Jun 24, 2022 - Politics & Policy

California, Washington and Oregon launch "West Coast offense" to protect abortion rights

Photo of Gavin Newsom speaking with his left hand raised
California Gov. Gavin Newsom. Photo: Justin Sullivan via Getty Images

California, Washington and Oregon are launching a "West Coast offense" to protect reproductive rights following the Supreme Court's decision to overturn Roe v. Wade, the states' Democratic governors announced Friday.

Why it matters: The three liberal states are expected to see an influx of patients seeking abortion care now that Republican-led states have enacted trigger bans.

Details: The commitment vows to set up protections against states that target medical professionals who provide abortions and patients who receive legal reproductive health care services in California, Washington and Oregon.

  • It also pledges to "protect against judicial and local law enforcement cooperation with out-of-state investigations, inquiries and arrests" related to abortions performed in the three states.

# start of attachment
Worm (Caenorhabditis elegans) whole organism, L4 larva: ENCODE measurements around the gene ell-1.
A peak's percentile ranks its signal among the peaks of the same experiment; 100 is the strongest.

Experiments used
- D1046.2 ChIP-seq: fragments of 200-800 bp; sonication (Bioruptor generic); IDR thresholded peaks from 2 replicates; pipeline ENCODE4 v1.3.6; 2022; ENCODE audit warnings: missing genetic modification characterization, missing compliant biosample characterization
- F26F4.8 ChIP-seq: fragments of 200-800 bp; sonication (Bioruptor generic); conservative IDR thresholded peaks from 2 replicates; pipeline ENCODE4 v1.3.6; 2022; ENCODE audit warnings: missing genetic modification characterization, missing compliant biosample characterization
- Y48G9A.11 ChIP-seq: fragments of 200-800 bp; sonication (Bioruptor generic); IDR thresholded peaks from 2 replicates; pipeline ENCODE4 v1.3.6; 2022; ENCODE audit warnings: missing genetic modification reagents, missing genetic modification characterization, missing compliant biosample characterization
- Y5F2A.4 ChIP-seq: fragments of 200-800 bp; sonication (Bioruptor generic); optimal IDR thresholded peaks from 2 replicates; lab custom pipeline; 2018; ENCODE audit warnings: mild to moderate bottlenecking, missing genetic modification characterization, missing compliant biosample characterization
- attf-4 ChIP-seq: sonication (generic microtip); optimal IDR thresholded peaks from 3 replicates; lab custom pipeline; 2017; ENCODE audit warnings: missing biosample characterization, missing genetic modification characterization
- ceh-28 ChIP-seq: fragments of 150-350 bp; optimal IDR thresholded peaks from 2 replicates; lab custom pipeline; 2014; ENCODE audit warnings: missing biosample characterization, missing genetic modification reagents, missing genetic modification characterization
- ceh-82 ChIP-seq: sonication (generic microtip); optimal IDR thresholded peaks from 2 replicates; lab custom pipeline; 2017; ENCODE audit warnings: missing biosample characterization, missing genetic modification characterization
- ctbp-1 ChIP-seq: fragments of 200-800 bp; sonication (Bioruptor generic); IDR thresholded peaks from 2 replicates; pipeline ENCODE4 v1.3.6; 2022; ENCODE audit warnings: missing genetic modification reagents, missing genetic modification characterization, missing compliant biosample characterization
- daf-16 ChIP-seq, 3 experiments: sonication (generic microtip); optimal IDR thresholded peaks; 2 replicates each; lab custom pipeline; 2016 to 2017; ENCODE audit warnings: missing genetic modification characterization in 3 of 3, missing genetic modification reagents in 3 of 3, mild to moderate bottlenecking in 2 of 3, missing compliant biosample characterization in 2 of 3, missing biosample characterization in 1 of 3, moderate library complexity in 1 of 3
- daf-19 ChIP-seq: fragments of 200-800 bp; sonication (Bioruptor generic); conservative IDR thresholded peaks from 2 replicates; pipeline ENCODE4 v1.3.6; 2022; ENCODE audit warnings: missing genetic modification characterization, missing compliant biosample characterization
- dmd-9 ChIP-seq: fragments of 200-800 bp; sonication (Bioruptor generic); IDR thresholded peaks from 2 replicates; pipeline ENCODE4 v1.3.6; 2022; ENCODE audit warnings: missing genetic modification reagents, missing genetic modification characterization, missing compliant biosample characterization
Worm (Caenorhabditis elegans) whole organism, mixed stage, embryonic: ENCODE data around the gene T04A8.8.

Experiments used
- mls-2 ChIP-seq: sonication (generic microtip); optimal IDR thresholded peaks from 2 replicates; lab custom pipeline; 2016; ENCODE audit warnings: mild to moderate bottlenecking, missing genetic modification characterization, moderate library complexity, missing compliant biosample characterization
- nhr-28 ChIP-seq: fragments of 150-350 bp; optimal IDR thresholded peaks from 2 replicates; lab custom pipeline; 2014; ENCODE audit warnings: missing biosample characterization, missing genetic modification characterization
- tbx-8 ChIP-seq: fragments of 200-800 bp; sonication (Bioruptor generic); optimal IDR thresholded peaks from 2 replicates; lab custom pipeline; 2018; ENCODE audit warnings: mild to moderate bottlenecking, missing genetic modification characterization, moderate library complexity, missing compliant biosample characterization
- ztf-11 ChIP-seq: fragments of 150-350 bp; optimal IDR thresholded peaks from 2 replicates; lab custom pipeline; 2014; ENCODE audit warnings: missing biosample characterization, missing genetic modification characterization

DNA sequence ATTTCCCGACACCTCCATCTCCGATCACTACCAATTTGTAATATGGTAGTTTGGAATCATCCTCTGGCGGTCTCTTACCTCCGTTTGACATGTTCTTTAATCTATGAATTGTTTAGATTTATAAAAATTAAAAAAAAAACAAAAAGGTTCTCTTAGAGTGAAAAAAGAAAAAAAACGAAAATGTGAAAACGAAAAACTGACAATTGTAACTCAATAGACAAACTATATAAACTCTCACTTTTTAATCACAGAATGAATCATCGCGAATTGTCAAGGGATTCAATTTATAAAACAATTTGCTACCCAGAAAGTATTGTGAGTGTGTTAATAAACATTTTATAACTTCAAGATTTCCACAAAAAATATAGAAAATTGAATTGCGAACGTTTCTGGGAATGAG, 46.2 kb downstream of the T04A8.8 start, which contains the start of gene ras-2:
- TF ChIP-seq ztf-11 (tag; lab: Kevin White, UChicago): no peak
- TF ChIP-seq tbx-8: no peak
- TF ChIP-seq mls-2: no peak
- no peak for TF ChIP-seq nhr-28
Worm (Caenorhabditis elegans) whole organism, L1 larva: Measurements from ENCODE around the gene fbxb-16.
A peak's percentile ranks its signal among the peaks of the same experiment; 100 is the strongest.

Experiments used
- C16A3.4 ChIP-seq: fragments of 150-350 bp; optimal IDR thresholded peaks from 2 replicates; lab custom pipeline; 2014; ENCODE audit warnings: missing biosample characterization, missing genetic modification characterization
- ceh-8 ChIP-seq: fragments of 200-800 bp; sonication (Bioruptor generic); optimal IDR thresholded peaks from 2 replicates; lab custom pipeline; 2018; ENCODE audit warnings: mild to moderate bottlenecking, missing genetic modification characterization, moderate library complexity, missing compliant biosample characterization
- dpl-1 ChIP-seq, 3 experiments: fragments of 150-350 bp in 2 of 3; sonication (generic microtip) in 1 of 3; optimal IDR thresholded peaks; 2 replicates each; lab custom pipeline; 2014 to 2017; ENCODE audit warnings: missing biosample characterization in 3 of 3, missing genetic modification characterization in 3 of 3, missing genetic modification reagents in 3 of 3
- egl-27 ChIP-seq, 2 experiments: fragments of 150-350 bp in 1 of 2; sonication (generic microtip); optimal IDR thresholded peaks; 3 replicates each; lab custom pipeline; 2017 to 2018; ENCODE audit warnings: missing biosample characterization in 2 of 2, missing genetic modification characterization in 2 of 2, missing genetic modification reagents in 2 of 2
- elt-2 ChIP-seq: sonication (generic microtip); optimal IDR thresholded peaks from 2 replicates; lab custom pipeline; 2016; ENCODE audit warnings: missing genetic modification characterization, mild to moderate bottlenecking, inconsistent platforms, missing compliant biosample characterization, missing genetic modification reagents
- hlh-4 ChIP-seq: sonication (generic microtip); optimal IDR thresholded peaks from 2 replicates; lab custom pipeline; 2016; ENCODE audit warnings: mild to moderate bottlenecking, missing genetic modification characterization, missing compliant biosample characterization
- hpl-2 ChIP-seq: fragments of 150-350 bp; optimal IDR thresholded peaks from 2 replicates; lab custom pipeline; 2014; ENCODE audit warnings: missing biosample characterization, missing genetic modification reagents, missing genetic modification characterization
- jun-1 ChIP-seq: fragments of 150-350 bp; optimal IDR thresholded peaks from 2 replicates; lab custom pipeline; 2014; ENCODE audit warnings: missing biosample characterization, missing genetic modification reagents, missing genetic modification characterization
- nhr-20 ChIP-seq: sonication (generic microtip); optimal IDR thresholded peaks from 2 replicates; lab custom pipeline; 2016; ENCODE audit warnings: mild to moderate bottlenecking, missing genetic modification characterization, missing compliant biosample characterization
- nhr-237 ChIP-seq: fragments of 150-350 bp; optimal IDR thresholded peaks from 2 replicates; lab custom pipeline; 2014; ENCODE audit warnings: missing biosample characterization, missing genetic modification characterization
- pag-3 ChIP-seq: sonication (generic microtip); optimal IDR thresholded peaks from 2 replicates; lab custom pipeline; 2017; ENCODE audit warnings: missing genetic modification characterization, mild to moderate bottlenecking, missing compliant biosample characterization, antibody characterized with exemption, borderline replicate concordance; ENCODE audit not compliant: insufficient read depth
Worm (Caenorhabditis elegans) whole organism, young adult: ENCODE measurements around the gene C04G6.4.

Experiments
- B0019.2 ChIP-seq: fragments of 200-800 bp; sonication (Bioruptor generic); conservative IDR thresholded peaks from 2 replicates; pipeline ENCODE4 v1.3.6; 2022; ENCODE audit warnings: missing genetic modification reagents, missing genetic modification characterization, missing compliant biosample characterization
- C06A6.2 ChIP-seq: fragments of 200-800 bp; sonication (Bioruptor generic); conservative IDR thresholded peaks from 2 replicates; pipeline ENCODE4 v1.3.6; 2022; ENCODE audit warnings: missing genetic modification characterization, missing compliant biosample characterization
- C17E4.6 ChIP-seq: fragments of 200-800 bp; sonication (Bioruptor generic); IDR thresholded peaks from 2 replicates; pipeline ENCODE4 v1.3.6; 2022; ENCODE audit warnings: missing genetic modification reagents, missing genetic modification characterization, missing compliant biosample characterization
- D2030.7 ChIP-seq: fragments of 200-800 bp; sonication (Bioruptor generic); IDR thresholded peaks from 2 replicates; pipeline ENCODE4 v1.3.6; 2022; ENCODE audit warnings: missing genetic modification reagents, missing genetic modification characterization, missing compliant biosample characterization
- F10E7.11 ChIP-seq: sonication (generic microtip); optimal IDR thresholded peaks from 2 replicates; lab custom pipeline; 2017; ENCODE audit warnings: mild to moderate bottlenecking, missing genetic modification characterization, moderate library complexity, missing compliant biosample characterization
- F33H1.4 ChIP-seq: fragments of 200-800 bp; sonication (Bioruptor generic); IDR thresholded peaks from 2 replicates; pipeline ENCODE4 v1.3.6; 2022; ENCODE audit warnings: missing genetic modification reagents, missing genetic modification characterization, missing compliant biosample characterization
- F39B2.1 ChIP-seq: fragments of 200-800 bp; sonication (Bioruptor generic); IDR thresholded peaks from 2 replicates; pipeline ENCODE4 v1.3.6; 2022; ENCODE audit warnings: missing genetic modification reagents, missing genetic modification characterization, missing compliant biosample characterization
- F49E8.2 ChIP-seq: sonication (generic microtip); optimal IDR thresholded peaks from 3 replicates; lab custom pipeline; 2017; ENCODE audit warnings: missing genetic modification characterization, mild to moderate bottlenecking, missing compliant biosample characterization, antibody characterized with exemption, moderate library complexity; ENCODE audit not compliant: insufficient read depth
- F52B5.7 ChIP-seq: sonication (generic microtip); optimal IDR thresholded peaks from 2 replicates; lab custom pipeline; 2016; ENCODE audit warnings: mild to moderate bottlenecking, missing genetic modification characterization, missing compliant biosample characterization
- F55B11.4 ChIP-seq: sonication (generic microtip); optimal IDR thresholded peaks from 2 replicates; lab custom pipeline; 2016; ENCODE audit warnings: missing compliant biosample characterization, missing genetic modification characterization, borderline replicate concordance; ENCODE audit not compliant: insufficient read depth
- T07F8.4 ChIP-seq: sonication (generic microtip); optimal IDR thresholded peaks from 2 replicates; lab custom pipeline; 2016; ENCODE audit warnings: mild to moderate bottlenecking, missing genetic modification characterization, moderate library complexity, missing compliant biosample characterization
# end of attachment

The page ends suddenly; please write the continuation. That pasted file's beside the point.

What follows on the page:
• The three states will "[r]efuse non-fugitive extradition of individuals for criminal prosecution" related to accessing legal reproductive health care.

What they're saying: "More than half the nation’s population now lacks safe access to a medical procedure that only a patient and their doctor can and should make for themselves," Washington Gov. Jay Inslee (D) said in a statement.

  • Washington, which protects patients and abortion clinic personnel from harassment outside of clinics, "remains steadfast in our commitment to protecting the ability and right of every patient who comes to our state in need of abortion care."
  • "Abortion is health care, and no matter who you are or where you come from, Oregon doesn’t turn away anyone seeking health care," Oregon Gov. Kate Brown (D) said. Oregon became the first state to codify the right to an abortion in law in 2017.
  • "We will not cooperate with any states that attempt to prosecute women or doctors for receiving or providing reproductive care," tweeted California Gov. Gavin Newsom (D), who signed into law Thursday a bill to protect abortion providers and patients from bans, lawsuits and penalties in other states.

The big picture: With the court's ruling to ultimately overturn the precedents that established the constitutional right to an abortion, a patchwork of state laws will now govern the procedure, Axios' Oriana Gonzalez writes.

  • Now that the Supreme Court has handed down its decision, abortion is immediately banned in Idaho, North Dakota, Utah, Wyoming, South Dakota, Missouri, Kentucky, Tennessee, Oklahoma, Louisiana, Arkansas, Mississippi and Texas.
  • Abortion remains guaranteed in 16 states.

Go deeper: Here's what happens now that the Supreme Court has overturned Roe v. Wade

Go deeper